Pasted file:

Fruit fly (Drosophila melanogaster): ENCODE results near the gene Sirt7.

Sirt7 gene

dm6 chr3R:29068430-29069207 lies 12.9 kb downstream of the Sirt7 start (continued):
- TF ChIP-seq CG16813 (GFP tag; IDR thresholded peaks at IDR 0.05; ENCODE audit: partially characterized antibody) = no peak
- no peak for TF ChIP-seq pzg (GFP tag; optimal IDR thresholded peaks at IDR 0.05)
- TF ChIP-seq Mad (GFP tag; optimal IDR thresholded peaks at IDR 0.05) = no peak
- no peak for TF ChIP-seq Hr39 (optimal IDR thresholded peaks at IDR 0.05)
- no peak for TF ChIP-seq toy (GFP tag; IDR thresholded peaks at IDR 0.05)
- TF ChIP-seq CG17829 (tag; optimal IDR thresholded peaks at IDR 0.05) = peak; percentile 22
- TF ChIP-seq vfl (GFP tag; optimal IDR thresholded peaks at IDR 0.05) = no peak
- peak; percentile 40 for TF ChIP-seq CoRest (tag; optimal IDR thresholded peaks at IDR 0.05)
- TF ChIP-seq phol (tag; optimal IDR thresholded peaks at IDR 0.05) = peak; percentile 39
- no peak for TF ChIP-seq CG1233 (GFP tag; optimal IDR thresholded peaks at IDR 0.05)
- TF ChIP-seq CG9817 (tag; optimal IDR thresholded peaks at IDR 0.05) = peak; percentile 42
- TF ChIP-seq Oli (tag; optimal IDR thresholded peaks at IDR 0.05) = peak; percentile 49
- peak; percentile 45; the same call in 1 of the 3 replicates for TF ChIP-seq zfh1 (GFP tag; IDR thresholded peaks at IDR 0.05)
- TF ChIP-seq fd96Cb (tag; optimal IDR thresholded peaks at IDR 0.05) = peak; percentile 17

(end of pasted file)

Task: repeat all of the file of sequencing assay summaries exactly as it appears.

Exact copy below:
Fruit fly (Drosophila melanogaster): ENCODE results near the gene Sirt7.

Sirt7 gene

dm6 chr3R:29068430-29069207 lies 12.9 kb downstream of the Sirt7 start (continued):
- TF ChIP-seq CG16813 (GFP tag; IDR thresholded peaks at IDR 0.05; ENCODE audit: partially characterized antibody) = no peak
- no peak for TF ChIP-seq pzg (GFP tag; optimal IDR thresholded peaks at IDR 0.05)
- TF ChIP-seq Mad (GFP tag; optimal IDR thresholded peaks at IDR 0.05) = no peak
- no peak for TF ChIP-seq Hr39 (optimal IDR thresholded peaks at IDR 0.05)
- no peak for TF ChIP-seq toy (GFP tag; IDR thresholded peaks at IDR 0.05)
- TF ChIP-seq CG17829 (tag; optimal IDR thresholded peaks at IDR 0.05) = peak; percentile 22
- TF ChIP-seq vfl (GFP tag; optimal IDR thresholded peaks at IDR 0.05) = no peak
- peak; percentile 40 for TF ChIP-seq CoRest (tag; optimal IDR thresholded peaks at IDR 0.05)
- TF ChIP-seq phol (tag; optimal IDR thresholded peaks at IDR 0.05) = peak; percentile 39
- no peak for TF ChIP-seq CG1233 (GFP tag; optimal IDR thresholded peaks at IDR 0.05)
- TF ChIP-seq CG9817 (tag; optimal IDR thresholded peaks at IDR 0.05) = peak; percentile 42
- TF ChIP-seq Oli (tag; optimal IDR thresholded peaks at IDR 0.05) = peak; percentile 49
- peak; percentile 45; the same call in 1 of the 3 replicates for TF ChIP-seq zfh1 (GFP tag; IDR thresholded peaks at IDR 0.05)
- TF ChIP-seq fd96Cb (tag; optimal IDR thresholded peaks at IDR 0.05) = peak; percentile 17